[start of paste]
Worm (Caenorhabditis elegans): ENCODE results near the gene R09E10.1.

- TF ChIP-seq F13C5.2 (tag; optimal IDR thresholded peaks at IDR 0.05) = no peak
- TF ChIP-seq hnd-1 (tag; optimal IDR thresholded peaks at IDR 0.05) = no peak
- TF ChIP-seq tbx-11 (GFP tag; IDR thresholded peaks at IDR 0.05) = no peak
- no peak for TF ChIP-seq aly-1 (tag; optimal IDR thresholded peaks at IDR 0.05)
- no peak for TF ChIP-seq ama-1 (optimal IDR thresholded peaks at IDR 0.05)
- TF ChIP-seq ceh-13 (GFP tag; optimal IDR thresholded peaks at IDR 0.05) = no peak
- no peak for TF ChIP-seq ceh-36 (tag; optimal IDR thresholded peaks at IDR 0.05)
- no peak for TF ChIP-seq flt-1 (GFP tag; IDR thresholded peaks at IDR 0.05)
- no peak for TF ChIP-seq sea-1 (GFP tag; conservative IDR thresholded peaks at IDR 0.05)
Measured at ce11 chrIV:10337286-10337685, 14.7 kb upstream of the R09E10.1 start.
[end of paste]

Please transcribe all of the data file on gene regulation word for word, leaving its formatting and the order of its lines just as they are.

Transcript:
Worm (Caenorhabditis elegans): ENCODE results near the gene R09E10.1.

- TF ChIP-seq F13C5.2 (tag; optimal IDR thresholded peaks at IDR 0.05) = no peak
- TF ChIP-seq hnd-1 (tag; optimal IDR thresholded peaks at IDR 0.05) = no peak
- TF ChIP-seq tbx-11 (GFP tag; IDR thresholded peaks at IDR 0.05) = no peak
- no peak for TF ChIP-seq aly-1 (tag; optimal IDR thresholded peaks at IDR 0.05)
- no peak for TF ChIP-seq ama-1 (optimal IDR thresholded peaks at IDR 0.05)
- TF ChIP-seq ceh-13 (GFP tag; optimal IDR thresholded peaks at IDR 0.05) = no peak
- no peak for TF ChIP-seq ceh-36 (tag; optimal IDR thresholded peaks at IDR 0.05)
- no peak for TF ChIP-seq flt-1 (GFP tag; IDR thresholded peaks at IDR 0.05)
- no peak for TF ChIP-seq sea-1 (GFP tag; conservative IDR thresholded peaks at IDR 0.05)
Measured at ce11 chrIV:10337286-10337685, 14.7 kb upstream of the R09E10.1 start.